The choice of fertility treatments available can seem overwhelming and their names sound like something out of an episode of Star Trek. So, to bring things down to earth, here's our at-a-glance guide to the top five fertility treatments.
IUI (intrauterine insemination)
A fine tube containing best quality 'washed' and treated sperm is inserted into the woman's vagina through the cervix and into the uterus. The aim is to get the sperm closer to the site of fertilisation and either the partner's sperm or donor sperm is used. Insemination is carried out during the most fertile part of the woman's cycle, sometimes two or three days in a row.
IVF (in vitro fertilisation)
Eggs are gathered from the woman's ovaries and mixed with sperm. Fertilisation takes place in a flat glass dish (not in a test tube as is the popular belief). The fertilised egg or embryo is then transferred to the woman's uterus. It sounds simple but a single treatment cycle can take between six weeks and two months and will include phases where you have to have injections every day and regular ultrasounds.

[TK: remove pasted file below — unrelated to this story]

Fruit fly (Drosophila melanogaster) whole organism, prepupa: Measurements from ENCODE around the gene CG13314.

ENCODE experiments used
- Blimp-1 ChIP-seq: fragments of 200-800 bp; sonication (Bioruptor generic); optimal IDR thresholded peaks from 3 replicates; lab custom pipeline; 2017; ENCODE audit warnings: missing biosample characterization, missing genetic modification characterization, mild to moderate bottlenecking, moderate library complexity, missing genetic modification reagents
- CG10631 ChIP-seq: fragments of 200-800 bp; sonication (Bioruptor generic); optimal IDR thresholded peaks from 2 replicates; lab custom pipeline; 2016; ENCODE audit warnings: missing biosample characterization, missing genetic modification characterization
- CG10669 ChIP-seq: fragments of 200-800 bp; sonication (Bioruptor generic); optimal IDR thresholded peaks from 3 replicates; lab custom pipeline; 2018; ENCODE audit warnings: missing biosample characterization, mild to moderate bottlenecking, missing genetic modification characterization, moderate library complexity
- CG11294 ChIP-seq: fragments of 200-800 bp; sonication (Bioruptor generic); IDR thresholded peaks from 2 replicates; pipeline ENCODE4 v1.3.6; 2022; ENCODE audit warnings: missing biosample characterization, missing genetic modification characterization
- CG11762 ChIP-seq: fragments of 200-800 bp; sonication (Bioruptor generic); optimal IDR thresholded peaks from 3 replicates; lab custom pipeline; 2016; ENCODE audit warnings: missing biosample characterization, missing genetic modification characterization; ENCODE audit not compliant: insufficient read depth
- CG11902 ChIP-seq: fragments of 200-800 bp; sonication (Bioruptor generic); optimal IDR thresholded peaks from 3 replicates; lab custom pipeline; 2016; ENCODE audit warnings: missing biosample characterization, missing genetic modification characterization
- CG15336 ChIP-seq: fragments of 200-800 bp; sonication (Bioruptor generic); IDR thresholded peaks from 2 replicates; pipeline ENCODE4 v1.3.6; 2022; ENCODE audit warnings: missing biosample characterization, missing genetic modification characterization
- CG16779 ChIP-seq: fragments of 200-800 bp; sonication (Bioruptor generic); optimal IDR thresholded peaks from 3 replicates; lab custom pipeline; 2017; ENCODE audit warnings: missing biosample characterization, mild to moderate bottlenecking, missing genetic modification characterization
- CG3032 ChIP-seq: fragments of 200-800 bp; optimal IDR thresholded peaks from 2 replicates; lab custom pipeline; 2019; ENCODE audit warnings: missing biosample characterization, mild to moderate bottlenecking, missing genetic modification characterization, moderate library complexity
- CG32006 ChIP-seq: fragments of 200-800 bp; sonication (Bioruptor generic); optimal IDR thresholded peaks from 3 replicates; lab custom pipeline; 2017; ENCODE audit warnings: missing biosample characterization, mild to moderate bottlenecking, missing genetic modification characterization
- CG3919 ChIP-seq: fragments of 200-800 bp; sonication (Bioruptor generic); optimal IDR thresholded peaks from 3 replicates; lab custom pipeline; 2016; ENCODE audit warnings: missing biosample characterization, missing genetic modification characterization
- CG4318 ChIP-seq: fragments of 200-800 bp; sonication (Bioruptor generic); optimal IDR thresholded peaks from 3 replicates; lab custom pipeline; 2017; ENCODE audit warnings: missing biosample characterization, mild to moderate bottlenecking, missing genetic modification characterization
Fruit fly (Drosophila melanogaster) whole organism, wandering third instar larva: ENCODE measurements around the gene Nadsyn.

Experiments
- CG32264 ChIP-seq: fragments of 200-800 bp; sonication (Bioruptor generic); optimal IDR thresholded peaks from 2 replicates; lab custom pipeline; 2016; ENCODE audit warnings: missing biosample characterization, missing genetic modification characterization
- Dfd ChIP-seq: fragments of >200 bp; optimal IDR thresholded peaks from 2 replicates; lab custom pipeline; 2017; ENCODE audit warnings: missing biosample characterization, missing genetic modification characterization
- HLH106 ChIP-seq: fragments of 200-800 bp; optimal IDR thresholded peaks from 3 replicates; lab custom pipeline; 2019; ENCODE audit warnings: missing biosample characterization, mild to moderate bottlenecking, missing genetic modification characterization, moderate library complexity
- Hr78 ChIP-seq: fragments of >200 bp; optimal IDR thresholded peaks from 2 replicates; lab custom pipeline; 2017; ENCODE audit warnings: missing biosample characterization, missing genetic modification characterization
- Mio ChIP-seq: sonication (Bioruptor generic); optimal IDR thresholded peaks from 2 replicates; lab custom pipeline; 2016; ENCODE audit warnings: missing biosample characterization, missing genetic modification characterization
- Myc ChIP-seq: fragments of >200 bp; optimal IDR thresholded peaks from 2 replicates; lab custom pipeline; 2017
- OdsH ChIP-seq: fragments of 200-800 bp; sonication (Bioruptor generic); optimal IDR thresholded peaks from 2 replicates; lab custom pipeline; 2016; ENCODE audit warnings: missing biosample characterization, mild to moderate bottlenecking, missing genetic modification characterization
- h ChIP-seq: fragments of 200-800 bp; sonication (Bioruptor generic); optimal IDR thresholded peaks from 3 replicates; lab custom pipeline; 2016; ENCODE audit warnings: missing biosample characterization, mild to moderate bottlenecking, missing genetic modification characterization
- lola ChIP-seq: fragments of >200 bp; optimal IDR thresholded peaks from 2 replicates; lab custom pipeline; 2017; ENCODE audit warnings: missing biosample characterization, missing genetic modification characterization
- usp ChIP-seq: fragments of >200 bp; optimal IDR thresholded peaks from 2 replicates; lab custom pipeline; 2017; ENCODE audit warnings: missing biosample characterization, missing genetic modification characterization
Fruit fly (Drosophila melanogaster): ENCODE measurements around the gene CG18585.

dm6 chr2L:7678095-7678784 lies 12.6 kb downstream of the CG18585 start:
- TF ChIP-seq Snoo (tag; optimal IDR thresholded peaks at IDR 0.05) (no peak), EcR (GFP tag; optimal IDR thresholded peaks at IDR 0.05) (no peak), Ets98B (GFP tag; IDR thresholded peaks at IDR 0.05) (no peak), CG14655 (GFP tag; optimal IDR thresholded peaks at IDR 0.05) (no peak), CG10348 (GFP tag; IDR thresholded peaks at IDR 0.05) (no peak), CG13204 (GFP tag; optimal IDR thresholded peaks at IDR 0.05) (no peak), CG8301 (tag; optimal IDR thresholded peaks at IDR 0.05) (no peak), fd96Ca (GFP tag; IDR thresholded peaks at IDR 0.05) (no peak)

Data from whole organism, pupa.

ICSI (intracytoplasmic sperm injection)
A relatively new technique which uses microinjection equipment to inject a single sperm directly into the centre of the egg. It means that men whose sperm quality or quantity was previously too poor for IVF can now have a chance of fathering children.
GIFT (gamete intrafallopian transfer)
GIFT is similar to IVF except that fertilisation occurs inside rather than outside the body. Once egg collection is complete, the eggs are assessed by an embryologist and up to three of the 'best' are mixed with around a hundred thousand motile sperm. The eggs and sperm are then immediately placed in the woman's fallopian tube in the same operation.
ZIFT (zygote intrafallopian transfer)
ZIFT is a mixture of IVF and GIFT fertilisation occurs in the laboratory, just as it does with IVF. Three zygotes (an egg after fertilisation and before cell division has started) are then transferred to the woman's fallopian tube much sooner than in the case of IVF because it's believed that the natural environment of the body is a better place to encourage an embryo to develop than a laboratory dish.
Courtesy of Pregnancy & Birth
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